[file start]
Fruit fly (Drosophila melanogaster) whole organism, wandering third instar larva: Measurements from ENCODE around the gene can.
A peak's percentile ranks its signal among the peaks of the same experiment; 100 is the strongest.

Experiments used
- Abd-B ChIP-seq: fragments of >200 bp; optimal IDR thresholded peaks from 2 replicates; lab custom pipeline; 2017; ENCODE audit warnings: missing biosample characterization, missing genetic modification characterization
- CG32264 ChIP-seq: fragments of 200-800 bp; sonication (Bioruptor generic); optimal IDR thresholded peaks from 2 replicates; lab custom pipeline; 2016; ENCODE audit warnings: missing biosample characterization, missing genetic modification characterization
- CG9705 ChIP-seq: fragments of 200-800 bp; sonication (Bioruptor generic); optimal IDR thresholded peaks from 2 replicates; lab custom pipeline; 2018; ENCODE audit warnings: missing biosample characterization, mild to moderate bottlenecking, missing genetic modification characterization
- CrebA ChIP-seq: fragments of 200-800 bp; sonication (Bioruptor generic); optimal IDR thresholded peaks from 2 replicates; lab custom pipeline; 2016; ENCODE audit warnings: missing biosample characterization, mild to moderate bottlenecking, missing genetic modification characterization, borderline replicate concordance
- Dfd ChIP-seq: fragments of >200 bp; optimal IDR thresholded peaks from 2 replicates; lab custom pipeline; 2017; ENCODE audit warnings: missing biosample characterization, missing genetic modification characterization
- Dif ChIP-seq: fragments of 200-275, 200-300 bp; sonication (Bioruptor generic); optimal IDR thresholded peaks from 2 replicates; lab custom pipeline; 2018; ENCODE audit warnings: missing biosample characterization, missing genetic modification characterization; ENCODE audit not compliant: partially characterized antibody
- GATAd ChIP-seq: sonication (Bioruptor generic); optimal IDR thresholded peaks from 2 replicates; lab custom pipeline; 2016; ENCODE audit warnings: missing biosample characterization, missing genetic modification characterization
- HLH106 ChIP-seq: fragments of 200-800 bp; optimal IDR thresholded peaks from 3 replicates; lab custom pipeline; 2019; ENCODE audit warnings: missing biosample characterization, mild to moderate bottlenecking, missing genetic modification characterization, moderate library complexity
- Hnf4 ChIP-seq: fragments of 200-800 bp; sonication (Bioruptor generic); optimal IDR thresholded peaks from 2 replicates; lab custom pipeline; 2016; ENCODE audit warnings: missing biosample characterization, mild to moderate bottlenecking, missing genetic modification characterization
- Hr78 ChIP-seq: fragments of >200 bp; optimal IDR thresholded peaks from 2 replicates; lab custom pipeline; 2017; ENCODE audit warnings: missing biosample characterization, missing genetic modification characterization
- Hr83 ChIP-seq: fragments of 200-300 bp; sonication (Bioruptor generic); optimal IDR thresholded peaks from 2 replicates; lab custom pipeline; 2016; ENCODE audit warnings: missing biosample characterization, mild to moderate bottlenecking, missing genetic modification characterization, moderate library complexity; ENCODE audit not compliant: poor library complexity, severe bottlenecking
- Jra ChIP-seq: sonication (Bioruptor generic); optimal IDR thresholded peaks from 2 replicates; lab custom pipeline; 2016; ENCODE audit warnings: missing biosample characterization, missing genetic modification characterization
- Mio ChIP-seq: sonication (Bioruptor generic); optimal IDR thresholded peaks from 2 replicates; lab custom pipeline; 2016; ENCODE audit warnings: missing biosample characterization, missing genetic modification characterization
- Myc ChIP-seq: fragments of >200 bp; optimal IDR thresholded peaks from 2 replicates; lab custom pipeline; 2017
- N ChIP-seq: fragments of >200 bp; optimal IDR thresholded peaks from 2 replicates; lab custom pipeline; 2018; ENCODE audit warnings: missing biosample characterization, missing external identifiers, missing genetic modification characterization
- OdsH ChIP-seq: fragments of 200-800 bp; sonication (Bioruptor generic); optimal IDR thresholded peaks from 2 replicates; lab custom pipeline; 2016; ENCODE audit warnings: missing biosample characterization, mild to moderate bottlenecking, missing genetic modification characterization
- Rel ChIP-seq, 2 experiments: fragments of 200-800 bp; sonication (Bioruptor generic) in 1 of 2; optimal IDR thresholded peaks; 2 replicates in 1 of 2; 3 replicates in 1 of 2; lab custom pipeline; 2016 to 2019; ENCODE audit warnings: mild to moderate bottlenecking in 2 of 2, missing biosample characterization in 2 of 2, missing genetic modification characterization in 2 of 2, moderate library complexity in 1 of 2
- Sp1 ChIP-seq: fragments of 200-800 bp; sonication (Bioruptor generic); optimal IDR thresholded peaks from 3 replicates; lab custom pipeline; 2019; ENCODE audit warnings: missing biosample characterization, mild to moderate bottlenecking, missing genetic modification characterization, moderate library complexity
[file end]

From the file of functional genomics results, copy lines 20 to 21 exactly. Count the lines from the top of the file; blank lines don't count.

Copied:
- Rel ChIP-seq, 2 experiments: fragments of 200-800 bp; sonication (Bioruptor generic) in 1 of 2; optimal IDR thresholded peaks; 2 replicates in 1 of 2; 3 replicates in 1 of 2; lab custom pipeline; 2016 to 2019; ENCODE audit warnings: mild to moderate bottlenecking in 2 of 2, missing biosample characterization in 2 of 2, missing genetic modification characterization in 2 of 2, moderate library complexity in 1 of 2
- Sp1 ChIP-seq: fragments of 200-800 bp; sonication (Bioruptor generic); optimal IDR thresholded peaks from 3 replicates; lab custom pipeline; 2019; ENCODE audit warnings: missing biosample characterization, mild to moderate bottlenecking, missing genetic modification characterization, moderate library complexity